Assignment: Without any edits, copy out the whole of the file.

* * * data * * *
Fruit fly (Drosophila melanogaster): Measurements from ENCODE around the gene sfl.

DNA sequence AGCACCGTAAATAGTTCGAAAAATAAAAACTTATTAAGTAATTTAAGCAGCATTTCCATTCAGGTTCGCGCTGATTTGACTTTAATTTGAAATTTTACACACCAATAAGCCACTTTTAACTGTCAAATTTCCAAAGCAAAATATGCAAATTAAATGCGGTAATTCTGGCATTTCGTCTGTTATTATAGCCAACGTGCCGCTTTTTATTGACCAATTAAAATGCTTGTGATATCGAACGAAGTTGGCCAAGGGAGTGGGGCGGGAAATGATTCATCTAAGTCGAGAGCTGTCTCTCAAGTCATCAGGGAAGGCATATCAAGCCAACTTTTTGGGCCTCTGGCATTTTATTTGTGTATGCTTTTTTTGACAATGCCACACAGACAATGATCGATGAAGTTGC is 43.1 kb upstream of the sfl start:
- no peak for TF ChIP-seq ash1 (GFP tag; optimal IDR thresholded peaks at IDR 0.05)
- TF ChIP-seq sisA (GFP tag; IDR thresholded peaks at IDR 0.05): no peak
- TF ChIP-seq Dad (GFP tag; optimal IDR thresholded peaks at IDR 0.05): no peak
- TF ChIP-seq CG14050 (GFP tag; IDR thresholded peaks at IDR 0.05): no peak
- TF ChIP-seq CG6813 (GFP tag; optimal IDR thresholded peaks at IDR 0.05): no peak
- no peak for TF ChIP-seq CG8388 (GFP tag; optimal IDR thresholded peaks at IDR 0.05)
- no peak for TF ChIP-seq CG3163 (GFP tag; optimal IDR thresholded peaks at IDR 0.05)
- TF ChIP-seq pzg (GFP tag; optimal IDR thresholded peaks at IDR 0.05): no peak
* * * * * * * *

Fruit fly (Drosophila melanogaster): Measurements from ENCODE around the gene sfl.

DNA sequence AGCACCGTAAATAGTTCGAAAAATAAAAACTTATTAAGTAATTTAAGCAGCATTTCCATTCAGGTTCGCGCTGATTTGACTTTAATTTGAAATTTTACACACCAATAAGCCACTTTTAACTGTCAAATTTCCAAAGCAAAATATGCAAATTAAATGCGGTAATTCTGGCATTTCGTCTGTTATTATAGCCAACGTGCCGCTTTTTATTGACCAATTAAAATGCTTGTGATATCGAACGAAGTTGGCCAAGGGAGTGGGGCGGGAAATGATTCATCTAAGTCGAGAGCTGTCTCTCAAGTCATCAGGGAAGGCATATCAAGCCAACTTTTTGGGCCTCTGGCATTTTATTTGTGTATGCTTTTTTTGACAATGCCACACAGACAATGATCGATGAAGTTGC is 43.1 kb upstream of the sfl start:
- no peak for TF ChIP-seq ash1 (GFP tag; optimal IDR thresholded peaks at IDR 0.05)
- TF ChIP-seq sisA (GFP tag; IDR thresholded peaks at IDR 0.05): no peak
- TF ChIP-seq Dad (GFP tag; optimal IDR thresholded peaks at IDR 0.05): no peak
- TF ChIP-seq CG14050 (GFP tag; IDR thresholded peaks at IDR 0.05): no peak
- TF ChIP-seq CG6813 (GFP tag; optimal IDR thresholded peaks at IDR 0.05): no peak
- no peak for TF ChIP-seq CG8388 (GFP tag; optimal IDR thresholded peaks at IDR 0.05)
- no peak for TF ChIP-seq CG3163 (GFP tag; optimal IDR thresholded peaks at IDR 0.05)
- TF ChIP-seq pzg (GFP tag; optimal IDR thresholded peaks at IDR 0.05): no peak